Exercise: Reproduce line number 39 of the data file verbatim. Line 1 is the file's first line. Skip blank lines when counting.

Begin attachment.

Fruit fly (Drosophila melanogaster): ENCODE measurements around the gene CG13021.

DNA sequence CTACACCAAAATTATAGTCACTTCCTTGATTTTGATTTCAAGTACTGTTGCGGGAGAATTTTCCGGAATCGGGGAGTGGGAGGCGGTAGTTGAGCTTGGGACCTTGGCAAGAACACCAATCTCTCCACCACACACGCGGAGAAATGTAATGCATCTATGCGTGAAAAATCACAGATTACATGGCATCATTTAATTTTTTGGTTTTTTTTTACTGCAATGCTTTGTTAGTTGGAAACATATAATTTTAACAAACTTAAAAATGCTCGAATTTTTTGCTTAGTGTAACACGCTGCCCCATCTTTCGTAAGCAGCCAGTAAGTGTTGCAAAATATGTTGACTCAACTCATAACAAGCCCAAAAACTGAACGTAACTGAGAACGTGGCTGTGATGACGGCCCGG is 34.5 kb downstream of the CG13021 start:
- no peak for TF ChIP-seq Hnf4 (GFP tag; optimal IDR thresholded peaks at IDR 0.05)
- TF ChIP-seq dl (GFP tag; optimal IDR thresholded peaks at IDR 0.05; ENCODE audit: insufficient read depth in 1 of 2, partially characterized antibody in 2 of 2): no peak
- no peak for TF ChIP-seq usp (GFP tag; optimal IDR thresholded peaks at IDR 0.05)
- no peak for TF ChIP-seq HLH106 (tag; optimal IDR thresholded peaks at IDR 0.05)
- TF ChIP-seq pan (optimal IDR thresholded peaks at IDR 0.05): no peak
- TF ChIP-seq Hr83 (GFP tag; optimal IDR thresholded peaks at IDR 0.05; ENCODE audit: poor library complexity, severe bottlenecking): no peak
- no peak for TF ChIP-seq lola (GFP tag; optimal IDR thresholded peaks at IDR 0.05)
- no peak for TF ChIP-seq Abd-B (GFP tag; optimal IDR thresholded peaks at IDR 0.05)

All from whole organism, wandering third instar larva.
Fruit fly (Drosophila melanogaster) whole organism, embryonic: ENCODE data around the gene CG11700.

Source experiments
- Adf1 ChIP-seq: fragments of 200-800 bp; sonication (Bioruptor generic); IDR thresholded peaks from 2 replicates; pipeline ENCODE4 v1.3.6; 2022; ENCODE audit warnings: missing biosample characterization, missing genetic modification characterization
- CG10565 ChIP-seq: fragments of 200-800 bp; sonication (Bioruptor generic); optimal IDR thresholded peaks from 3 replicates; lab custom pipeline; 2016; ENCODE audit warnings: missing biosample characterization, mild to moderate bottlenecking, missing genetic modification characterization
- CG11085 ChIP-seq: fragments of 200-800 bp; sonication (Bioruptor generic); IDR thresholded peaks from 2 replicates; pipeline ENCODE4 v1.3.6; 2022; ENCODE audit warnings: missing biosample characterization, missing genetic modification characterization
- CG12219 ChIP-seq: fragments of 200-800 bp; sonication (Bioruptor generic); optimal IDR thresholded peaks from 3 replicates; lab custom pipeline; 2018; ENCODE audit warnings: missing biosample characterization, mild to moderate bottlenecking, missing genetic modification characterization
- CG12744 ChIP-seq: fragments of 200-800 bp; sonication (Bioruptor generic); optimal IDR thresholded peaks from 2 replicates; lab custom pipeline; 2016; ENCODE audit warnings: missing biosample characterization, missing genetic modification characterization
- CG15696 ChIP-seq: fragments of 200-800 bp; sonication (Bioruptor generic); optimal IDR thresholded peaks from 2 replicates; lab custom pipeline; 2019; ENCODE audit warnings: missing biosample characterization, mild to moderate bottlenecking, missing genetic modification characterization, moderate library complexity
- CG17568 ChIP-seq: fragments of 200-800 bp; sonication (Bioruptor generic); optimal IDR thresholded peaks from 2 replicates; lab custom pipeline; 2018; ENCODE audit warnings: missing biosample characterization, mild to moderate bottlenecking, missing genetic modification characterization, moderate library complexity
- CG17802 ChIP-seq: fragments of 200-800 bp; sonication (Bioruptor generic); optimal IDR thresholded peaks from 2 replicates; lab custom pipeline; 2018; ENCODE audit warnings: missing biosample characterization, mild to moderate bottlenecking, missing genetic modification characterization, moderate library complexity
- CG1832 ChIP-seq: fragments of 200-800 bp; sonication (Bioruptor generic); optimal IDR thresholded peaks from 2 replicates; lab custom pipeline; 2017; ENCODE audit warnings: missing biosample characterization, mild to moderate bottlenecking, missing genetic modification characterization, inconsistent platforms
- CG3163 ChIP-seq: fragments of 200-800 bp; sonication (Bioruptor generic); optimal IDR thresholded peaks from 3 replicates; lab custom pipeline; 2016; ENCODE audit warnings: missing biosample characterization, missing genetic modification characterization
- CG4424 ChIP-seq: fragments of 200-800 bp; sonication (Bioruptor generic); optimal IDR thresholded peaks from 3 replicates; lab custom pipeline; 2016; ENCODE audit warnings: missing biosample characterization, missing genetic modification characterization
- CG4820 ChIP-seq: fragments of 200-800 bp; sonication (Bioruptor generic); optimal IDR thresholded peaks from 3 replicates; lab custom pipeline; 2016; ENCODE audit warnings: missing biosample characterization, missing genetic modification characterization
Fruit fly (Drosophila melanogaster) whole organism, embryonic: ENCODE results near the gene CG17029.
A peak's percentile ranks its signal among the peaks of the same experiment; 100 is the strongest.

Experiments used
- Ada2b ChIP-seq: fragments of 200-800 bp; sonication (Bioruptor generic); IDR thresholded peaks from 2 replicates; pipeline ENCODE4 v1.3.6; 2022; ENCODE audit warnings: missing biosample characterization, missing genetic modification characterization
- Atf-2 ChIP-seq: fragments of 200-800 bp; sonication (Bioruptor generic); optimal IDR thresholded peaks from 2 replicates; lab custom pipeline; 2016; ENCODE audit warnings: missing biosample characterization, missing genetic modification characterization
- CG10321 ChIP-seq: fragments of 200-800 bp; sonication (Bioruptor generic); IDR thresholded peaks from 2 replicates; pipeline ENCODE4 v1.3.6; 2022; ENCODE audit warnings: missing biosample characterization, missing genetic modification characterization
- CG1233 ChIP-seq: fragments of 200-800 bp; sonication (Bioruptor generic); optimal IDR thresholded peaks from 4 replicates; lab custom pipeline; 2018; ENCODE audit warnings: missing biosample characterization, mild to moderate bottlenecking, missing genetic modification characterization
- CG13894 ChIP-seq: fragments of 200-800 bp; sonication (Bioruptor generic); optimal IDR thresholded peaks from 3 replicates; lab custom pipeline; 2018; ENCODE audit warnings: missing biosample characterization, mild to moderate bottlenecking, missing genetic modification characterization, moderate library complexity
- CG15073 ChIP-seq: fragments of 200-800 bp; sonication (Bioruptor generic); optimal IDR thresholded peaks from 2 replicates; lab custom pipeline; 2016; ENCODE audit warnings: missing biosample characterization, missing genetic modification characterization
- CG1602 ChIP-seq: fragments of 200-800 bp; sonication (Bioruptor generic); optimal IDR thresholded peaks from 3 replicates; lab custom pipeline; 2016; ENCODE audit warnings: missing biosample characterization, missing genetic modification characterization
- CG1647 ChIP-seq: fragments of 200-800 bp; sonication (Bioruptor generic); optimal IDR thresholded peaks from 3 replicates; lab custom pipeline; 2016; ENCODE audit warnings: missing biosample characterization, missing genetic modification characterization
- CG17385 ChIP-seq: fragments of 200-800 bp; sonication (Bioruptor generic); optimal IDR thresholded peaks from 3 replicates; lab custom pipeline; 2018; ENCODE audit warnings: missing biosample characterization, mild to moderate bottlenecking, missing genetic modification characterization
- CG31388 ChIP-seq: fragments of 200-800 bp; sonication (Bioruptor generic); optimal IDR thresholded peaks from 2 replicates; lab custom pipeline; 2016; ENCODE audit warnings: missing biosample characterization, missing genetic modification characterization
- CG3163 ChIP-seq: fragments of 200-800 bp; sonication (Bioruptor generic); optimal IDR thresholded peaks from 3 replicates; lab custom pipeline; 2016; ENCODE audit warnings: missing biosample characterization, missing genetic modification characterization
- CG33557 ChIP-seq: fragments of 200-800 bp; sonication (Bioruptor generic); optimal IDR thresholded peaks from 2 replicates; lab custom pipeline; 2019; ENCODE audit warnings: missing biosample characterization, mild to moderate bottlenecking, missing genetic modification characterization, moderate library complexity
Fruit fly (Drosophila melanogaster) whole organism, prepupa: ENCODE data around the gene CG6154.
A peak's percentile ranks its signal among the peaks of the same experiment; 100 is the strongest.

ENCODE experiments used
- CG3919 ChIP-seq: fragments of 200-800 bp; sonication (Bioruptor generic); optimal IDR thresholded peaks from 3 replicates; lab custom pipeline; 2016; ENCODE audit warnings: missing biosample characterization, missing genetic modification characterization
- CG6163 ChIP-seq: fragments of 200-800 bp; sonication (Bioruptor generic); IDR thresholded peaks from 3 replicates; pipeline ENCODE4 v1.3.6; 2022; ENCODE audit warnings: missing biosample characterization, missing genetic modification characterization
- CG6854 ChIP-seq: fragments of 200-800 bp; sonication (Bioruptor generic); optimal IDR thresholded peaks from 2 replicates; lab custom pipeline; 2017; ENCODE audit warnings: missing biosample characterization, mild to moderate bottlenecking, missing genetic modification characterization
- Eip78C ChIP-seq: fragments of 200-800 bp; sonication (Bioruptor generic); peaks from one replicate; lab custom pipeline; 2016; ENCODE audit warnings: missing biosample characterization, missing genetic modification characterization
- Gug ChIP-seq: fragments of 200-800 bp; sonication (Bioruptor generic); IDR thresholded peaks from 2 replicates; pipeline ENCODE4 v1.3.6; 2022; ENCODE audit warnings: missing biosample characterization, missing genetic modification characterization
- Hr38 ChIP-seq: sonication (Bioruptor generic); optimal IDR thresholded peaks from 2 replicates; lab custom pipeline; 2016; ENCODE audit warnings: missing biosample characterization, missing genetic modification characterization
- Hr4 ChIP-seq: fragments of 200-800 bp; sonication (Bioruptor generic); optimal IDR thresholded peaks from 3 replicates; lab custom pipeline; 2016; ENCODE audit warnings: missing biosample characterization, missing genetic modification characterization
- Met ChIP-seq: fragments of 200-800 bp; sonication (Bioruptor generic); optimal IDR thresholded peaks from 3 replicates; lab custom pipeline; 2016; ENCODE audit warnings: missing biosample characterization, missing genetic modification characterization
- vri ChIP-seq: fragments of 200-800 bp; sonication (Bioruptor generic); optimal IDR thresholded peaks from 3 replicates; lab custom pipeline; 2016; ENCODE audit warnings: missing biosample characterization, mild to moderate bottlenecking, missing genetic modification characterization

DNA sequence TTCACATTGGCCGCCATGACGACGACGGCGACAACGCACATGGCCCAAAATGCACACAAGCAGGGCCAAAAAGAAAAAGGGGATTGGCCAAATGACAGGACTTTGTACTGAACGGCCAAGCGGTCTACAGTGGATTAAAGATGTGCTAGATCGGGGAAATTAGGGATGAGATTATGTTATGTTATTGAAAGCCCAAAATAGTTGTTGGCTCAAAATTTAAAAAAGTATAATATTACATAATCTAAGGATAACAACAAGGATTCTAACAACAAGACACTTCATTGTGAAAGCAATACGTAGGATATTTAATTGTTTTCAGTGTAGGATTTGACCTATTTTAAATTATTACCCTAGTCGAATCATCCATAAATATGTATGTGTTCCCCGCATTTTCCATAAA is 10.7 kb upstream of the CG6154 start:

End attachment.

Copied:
- CG3163 ChIP-seq: fragments of 200-800 bp; sonication (Bioruptor generic); optimal IDR thresholded peaks from 3 replicates; lab custom pipeline; 2016; ENCODE audit warnings: missing biosample characterization, missing genetic modification characterization